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The changing American supply chain

RiskGlobal sourcingNorth AmericaAutomotiveSouth AmericaLocal sourcingmanufacturingGlobal RiskLow Cost Country SourcingMarket VolatilityOnshoring and OffshoringSupply DisruptionBlog+-
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Donald Trump may only have been inaugurated as the 45th US president a few days ago, but he is already having an influence on supply chains and could end up completely reshaping them.

 

One of Trump’s pledges has been to introduce tariffs on businesses manufacturing goods overseas before selling them in the US. He has called on firms to manufacture those goods in the US. He hopes that this will provide employment and financial benefits for the national economy.

 

While he hasn’t yet introduced any such tariffs some firms, especially in the automotive sector, have announced plans to bring some manufacturing back to the US.

 

Ford had planned to build a car production plant in Mexico, but cancelled those plans and instead said that it would redirect that investment into a plant in the US state of Michigan.

 

Fiat Chrysler has also pledged to invest billions of dollars and add 2,000 jobs at plants in Ohio and Michigan to build new SUVs and pick-up trucks.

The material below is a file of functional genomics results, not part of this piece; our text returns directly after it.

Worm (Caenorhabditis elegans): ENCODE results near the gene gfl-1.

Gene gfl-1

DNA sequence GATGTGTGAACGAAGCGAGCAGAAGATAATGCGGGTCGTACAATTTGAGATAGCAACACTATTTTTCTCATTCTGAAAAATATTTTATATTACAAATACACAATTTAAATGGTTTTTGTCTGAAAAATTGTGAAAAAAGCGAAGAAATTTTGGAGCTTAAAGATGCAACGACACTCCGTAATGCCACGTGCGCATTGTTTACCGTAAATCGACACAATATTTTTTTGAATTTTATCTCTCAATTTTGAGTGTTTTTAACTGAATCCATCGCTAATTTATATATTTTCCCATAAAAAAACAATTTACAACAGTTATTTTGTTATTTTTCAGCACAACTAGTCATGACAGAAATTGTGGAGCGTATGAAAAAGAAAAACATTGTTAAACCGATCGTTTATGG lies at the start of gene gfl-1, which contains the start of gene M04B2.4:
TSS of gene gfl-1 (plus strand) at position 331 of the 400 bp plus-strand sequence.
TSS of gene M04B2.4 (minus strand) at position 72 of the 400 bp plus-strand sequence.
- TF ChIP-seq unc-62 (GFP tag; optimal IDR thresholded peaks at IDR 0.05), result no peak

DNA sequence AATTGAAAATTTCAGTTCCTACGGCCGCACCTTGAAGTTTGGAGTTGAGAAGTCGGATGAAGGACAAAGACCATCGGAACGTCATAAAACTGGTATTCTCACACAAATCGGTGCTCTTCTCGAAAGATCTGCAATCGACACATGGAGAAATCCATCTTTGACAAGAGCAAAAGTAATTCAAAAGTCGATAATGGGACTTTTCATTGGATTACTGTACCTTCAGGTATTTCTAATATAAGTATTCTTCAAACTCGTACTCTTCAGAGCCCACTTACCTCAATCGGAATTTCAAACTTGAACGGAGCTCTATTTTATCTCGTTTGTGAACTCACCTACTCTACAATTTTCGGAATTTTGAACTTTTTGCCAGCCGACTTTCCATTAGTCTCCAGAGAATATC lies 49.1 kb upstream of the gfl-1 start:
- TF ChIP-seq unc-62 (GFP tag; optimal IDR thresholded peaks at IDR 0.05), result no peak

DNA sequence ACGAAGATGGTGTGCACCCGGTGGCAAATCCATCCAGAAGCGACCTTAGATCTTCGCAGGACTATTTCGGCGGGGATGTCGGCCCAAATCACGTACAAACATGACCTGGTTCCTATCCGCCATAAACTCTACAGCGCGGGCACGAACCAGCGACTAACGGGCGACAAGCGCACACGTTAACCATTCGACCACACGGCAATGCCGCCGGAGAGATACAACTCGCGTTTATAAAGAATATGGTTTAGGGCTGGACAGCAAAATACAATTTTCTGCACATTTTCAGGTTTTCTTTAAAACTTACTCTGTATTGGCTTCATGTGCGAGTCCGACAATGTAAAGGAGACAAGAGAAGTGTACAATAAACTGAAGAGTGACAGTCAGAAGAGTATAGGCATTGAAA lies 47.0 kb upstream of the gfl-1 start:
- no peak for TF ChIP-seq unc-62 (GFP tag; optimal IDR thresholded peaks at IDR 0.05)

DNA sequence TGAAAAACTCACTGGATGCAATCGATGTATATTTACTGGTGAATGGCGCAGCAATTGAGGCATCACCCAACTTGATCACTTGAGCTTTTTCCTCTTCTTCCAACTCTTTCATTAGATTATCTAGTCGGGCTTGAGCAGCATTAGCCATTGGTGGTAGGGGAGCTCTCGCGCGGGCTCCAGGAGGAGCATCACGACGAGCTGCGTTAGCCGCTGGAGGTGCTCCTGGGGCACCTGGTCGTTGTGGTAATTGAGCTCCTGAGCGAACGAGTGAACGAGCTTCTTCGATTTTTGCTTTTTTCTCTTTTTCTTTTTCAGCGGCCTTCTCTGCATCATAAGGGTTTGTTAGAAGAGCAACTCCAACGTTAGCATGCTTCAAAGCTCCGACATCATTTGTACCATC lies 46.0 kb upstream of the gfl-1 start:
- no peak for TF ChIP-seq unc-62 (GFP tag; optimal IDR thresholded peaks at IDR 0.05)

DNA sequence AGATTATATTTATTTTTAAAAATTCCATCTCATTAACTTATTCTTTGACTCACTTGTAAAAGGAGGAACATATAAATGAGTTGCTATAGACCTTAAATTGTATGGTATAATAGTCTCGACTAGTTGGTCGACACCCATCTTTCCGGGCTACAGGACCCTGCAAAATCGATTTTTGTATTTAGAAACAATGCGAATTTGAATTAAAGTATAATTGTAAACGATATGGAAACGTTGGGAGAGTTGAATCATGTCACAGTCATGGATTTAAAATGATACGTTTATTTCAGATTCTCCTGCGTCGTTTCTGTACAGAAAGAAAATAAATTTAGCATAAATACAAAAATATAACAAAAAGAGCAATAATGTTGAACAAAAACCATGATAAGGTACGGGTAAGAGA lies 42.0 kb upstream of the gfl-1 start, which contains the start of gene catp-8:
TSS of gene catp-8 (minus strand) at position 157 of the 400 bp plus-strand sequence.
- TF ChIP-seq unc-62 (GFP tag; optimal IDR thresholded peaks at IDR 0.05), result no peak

The automotive firms were however quick to emphasise that these were business decisions rather than as a result of what president Trump had said.

 

But, if tariffs are introduced and more production does go back to the US, procurement will be asked a number of questions. Most notable, the impact on costs and how it will change supply chains.

 

In terms of costs, there will no doubt be a rise. Higher labour costs in the US will flow through to consumers.

 

Meanwhile, there will be an uptick in work for American suppliers in favour of those based in Mexico, as an example. This would make firms more responsive and perhaps even more efficient in terms of getting products to the US market.

 

However, they won’t turn their backs completely on suppliers across the border, simply because it will ramp up risks.

 

The likelihood is that firms such as these will continue to source goods internationally but then assemble the final product in the US, depending on what the tariffs relate to.

 

Either way, the supply chain in America is set to change and procurement will need to be agile enough to adapt to those changes as and when they come. Working closely with the legal department is key and so to is keeping in close communication with suppliers. Any uncertainty will feed through the supply chain and that is ultimately what procurement wants to avoid.

 

This article is a piece of independent writing by a member of Procurement Leaders’ content team.

 

Rachel Sharp
Posted by Rachel Sharp

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